Powered by a 6.3L stroked version of the Enzo’s V12, these beasts mate their 1,155kg curb weight to 820hp, so you can imagine the sheer pace they’re able to hold out on track.
After their hot laps were over I just had to head into the pit garage and take in all the aero details and modifications that set this car apart from the road-going Enzo.
Check out where the exhausts stick out from! I’m not sure about you guys but I think the FXX looks nothing short of spectacular in white.
For the private owners of old F1 cars, Ferrari can look after their track outings by providing full race mechanic assistance to guarantee that the cars are prepared and maintained correctly. At a cost of course…
When they were warming up this ex-Schumacher car from 2000 I couldn’t help just stand there in utter awe. Aside from the sound coming from the Inconel exhausts (well, headers really as there’s no exhaust to speak of), the way the engine, transmission, suspension and all other ancillaries are packaged is truly beautiful to see. It almost looks simple, but imagine the amount of designing and fine tuning that it took to get all components to sit so functionally within the tiny chassis.
And here’s Schumacher’s 1999 car screaming away!
One of the biggest components of the Ferrari Racing Days is the Challenge Race where a grid-full of 458 Challenge Evoluziones are raced by privateers.
These guys spend the year travelling around Asia participating in seven races held on some of the most famous circuits in the region, including Sepang and Shanghai.
The 2014 series ends in December with the final round in Abu Dhabi.
Giancarlo Fisichella participated in the two races as a guest, but given his fast pace was asked to start all the way at the back of the grid.
The 458 Challenge Evoluzione used in the races is a lighter version of the road going car that runs more functional aero additions like a front lip spoiler and rear wing. While the engine is pretty much stock, the car has a less restrictive exhaust, a retuned twin-clutch gearbox with special gears ratios that makes a ton of noise at each shift.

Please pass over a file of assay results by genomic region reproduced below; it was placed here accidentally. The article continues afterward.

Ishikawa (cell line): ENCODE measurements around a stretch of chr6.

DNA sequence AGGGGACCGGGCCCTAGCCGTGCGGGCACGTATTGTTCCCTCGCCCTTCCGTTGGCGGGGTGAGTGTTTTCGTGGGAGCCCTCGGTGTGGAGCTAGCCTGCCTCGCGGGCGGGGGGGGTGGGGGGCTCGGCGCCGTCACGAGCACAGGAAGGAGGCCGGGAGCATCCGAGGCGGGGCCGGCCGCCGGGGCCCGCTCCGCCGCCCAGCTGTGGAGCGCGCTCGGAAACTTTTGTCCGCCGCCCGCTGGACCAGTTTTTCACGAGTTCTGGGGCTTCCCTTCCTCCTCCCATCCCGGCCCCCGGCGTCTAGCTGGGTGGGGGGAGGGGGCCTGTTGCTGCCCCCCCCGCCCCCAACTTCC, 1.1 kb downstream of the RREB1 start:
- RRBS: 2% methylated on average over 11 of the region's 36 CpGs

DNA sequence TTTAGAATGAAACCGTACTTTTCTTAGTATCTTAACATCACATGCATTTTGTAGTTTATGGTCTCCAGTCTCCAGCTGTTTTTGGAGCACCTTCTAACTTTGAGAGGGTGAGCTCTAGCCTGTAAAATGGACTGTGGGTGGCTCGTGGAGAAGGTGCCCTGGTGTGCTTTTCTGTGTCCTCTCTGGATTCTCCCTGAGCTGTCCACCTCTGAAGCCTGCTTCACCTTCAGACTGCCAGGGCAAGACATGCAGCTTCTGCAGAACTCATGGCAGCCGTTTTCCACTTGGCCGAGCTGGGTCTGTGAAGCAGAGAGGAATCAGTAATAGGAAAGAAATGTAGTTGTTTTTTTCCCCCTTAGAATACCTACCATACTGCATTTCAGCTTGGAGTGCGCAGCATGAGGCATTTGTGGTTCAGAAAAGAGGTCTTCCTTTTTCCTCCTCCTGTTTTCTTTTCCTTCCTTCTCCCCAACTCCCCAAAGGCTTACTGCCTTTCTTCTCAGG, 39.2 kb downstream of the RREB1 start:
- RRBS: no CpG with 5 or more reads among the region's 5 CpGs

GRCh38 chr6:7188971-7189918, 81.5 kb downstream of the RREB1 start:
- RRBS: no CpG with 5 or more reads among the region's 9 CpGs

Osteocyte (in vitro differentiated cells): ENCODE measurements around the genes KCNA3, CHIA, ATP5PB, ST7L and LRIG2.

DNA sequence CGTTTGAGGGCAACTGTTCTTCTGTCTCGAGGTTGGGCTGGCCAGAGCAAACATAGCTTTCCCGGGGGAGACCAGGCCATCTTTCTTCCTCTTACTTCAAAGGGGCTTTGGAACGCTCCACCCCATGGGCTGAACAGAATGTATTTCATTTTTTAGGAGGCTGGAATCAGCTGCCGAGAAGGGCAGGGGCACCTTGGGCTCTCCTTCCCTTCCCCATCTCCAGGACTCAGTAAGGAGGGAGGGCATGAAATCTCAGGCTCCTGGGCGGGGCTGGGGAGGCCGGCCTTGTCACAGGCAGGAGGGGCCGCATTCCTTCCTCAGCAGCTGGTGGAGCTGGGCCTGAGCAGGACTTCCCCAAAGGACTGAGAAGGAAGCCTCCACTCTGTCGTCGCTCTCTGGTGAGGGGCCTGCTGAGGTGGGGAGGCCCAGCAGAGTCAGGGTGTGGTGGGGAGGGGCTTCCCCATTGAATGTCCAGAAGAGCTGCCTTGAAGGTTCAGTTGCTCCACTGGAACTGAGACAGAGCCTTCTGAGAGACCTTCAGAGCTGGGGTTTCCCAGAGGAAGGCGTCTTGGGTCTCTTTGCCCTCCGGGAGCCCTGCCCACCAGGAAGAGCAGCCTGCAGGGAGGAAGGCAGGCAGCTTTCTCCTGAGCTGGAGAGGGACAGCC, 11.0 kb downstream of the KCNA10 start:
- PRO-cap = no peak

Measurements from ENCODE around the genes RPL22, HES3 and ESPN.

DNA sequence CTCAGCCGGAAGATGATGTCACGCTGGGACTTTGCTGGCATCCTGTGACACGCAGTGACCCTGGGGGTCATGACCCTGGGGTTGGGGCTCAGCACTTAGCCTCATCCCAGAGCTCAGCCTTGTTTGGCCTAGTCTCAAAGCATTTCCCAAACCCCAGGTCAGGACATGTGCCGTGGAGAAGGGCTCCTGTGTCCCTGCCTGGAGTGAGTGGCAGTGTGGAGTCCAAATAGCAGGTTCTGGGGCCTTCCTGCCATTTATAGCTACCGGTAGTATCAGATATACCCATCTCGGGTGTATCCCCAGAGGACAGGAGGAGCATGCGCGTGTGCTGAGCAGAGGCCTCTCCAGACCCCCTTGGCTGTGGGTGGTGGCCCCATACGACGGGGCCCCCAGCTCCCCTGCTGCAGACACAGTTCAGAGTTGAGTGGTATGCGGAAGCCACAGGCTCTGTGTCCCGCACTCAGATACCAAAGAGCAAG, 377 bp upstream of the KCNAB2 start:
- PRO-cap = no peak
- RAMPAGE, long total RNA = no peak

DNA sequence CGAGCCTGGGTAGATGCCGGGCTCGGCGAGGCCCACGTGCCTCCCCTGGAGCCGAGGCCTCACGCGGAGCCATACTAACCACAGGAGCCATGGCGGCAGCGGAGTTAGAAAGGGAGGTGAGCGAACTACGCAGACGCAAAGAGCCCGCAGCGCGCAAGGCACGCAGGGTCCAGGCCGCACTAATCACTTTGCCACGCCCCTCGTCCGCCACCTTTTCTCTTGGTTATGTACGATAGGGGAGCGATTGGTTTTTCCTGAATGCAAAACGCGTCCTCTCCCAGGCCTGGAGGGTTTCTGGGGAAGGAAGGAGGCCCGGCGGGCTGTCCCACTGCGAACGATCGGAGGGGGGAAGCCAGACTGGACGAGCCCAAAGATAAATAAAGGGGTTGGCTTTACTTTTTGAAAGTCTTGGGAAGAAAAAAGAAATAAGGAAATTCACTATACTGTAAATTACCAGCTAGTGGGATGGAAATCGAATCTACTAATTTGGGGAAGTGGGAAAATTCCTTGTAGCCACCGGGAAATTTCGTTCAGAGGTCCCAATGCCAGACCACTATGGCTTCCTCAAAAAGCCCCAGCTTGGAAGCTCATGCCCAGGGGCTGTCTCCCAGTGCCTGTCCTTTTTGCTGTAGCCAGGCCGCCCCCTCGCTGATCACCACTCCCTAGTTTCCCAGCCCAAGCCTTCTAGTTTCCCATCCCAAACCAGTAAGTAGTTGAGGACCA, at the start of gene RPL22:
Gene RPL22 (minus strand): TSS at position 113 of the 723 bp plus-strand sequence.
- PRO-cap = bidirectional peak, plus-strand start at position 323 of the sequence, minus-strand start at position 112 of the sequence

Suspension is adjustable as is the geometry, and the cars run slick tyres mounted on lightweight single-lug wheels.
Despite their pure racing credentials, some people in Japan like to buy these race cars and get them registered for road use. One of those guys is our friend Kato-san at Liberty Walk who may well own the most unique Challenge on the planet!Operative Words: Limited Edition
One of my favorite aspects of this event is the number of rarities that show up. Ferrari had a special cornered-off area set aside just for owners of the most iconic cars its ever produced. The F40 needs no introduction of course!
However, this limited edition version of the 599 probably does.This is the 599 SA Aperta – one of only 80 examples ever made back in 2011 to celebrate Pininfarina’s 80th anniversary. The car features a removable roof and the GTO’s more powerful engine.
Next to the F40s were a bunch of other cars you may recognize.
The Enzo was once described to me by MotorHead editor Takada-san as a ‘more extreme, powerful and scary version of the Lotus Exige’. Ever since he mentioned those words I’ve always wanted to sample one for myself!
Production might have ended a decade ago, but the Enzo still has plenty of appeal. Look how tiny it looks sitting in between a 599 GTO sandwich!
Black devil car indeed.
The 599 GTO was the road-going version of the 599XX, packing a 50hp bump in power over the regular car and a host of other handling and aero additions.
This car managed to lap Fiorano one whole second faster than the Enzo – a perfect example of progression. But get this, the LaFerrari does it four seconds faster still. Mind blown!
I only spotted two F50s at Fuji, but this model still has so much charm. I’d still take the older F40 though, as I’m sure most of you would too!
An event of this caliber always calls for a choreographed picture on the main straight, and while Ferrari’s hired shooters were busy positioning the cars and staff into their frames, I quickly snuck in and grabbed a shot myself.
Here is Giancarlo Fisichella standing next to the number 458 car that he was driving during the weekend. But with the LaFerrari literally a few inches away from me, well, I just had to take my shot and reposition quickly.
I can’t stress how futuristic this car looks up close. I had my reservations having only seen images floating around the internet, but in person it’s as unique as you can get. I’d take mine in Bayside Blue!
I’ll end the event coverage here, but make sure you check out the second post that’s coming soon. I’ll be Speedhunting around the paddock and car parks that were reserved as ‘Ferrari-only Parking.’ I’m sure you’ll like what I found lurking in there…
Dino Dalle Carbonare